News that rail unions, RMT and TSSA, who between them have about 110000 members are starting talks about a possible future merger is very interesting, and any such move might also drag in the 18000 strong craft union, ASLEF, to create a powerful new transport union.
The history of the trade union movement has always featured a process of amalgamations, but whether they are a good or bad thing depends upon the detail, and the context.
GMB overwhelmingly decided to opt out of the merger talks between AMICUS and TGWU that eventually led to the formation of UNITE. Experience has shown that the rapid process of mergers that created AMICUS was already relatively unstable, and merger with TGWU led to a huge but sometimes directionless union that has often been less than the sum of its parts. Len McCluskey has made a good start in turning that around, but has a mammoth job to make UNITE punch its weight.
UNISON has been a more successful merger, despite the oddity of the union sometimes feeling like NALGO’s lay members run by NUPE’s officers. However, it is an overwhelmingly public sector union, which has its drawbacks, as UNISON can seem overexposed to the risk of government cut backs, and also UNISON has to work hard to avoid the trap of its campaigns seeming like special pleading for public sector workers.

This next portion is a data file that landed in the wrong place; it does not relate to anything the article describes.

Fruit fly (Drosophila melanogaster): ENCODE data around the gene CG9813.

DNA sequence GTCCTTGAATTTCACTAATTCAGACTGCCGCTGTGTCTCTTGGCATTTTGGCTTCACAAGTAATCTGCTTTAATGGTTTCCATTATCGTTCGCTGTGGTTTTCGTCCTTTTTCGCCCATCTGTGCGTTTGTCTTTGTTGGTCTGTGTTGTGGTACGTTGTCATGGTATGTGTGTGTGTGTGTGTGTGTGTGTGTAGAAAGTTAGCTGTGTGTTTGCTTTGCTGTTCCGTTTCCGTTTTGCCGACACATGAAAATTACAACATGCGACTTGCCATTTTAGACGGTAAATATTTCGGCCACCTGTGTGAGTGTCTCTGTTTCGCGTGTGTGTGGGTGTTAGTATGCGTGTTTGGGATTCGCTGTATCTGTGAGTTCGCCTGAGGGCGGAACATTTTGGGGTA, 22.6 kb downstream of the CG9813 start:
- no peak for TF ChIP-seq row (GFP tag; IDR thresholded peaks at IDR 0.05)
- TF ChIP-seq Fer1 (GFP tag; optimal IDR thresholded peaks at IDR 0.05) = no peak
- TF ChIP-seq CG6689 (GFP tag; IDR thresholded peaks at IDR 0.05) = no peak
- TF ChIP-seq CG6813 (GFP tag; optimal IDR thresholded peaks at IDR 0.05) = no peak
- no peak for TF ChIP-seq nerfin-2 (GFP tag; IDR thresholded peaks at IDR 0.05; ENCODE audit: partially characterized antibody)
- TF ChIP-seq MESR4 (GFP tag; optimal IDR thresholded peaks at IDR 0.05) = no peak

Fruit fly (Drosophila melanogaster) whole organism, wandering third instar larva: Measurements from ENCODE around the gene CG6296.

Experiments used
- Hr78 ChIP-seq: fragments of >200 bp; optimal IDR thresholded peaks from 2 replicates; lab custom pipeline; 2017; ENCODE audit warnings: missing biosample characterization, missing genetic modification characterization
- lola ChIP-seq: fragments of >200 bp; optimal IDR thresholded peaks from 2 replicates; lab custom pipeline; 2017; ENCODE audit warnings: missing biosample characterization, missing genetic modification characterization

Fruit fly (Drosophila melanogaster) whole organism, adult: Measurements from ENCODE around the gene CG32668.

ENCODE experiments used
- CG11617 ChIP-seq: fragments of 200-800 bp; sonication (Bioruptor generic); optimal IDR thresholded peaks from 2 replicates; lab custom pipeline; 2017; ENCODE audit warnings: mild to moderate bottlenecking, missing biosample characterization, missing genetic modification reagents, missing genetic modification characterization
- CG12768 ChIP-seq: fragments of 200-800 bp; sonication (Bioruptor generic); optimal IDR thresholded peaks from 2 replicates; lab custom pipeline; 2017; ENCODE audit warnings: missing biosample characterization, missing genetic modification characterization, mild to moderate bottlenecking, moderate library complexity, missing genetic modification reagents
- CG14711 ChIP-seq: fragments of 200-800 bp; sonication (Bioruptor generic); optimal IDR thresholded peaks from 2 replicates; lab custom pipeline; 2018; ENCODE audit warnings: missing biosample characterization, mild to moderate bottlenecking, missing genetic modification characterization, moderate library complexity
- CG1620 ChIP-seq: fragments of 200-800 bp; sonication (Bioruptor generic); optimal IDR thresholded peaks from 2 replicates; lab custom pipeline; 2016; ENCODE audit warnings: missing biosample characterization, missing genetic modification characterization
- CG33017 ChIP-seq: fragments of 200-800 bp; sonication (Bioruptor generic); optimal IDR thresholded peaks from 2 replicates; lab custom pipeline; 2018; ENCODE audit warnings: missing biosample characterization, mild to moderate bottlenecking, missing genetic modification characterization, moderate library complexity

The most obvious outstanding case for mergers would be the teaching unions. Uniting NUT and NASUWT would make a union of 700000 members, and if ATL could be brought in, this would be over 900000 strong. This would be a hugely powerful voice for education.
But there are some other possible mergers that would be of huge mutual benefit. For example GMB and USDAW would be a brilliant fit. As both unions organise in the retail sector already, both are committed to an organising rather than servicing model, and both have an internal culture where relatively low paid manual workers feel comfortable. What is more, while USDAW has seen solid growth in recent years, it is arguably overexposed to risk in its relationship with TESCO, and its bargaining position would be improved by being part of a bigger union with eggs spread across more baskets.